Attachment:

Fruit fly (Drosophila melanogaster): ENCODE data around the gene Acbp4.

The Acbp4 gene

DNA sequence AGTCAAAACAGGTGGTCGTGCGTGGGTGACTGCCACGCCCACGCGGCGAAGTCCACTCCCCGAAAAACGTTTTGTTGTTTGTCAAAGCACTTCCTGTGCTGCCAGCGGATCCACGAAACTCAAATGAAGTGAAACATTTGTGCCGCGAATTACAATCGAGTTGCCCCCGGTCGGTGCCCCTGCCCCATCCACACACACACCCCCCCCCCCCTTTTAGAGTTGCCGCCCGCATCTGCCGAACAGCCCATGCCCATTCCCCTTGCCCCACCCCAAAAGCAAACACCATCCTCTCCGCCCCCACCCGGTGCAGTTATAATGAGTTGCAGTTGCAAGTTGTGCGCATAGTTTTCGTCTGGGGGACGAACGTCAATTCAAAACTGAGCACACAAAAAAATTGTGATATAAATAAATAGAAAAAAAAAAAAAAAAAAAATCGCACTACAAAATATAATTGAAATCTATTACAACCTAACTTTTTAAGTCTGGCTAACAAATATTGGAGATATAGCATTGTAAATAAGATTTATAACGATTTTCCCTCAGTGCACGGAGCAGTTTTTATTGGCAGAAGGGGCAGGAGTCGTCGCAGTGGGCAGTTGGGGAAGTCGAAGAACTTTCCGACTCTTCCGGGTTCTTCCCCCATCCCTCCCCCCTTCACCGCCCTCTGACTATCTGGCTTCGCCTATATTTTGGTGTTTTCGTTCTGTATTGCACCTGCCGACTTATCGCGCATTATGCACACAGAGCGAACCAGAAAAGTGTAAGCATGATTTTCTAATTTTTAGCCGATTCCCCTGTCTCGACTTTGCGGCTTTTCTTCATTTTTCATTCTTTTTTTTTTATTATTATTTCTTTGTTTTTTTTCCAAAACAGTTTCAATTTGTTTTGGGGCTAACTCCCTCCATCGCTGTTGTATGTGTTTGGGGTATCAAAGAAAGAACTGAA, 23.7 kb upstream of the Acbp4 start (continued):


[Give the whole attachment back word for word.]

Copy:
Fruit fly (Drosophila melanogaster): ENCODE data around the gene Acbp4.

The Acbp4 gene

DNA sequence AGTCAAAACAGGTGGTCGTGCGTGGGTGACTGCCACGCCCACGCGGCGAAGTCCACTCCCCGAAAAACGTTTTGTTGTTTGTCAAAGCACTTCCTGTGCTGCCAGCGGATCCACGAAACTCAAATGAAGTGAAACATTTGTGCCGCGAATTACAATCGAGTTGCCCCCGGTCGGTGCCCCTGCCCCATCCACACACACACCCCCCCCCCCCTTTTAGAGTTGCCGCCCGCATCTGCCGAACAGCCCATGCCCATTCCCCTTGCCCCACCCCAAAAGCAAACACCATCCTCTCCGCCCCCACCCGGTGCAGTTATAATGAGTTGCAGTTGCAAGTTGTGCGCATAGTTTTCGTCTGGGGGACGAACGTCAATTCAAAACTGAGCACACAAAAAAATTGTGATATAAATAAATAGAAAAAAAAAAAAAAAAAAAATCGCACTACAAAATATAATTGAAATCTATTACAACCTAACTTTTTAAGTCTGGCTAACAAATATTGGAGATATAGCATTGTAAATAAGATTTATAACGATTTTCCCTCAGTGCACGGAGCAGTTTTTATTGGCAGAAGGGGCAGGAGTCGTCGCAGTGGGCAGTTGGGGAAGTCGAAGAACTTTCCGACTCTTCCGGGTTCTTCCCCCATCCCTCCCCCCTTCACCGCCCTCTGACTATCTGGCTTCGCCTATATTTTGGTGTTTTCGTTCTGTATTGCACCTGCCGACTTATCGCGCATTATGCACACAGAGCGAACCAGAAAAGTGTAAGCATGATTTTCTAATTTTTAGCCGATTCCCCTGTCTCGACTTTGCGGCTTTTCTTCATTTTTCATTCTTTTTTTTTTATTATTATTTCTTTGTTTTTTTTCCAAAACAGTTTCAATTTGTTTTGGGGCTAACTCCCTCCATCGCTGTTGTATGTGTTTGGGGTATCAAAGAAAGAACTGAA, 23.7 kb upstream of the Acbp4 start (continued):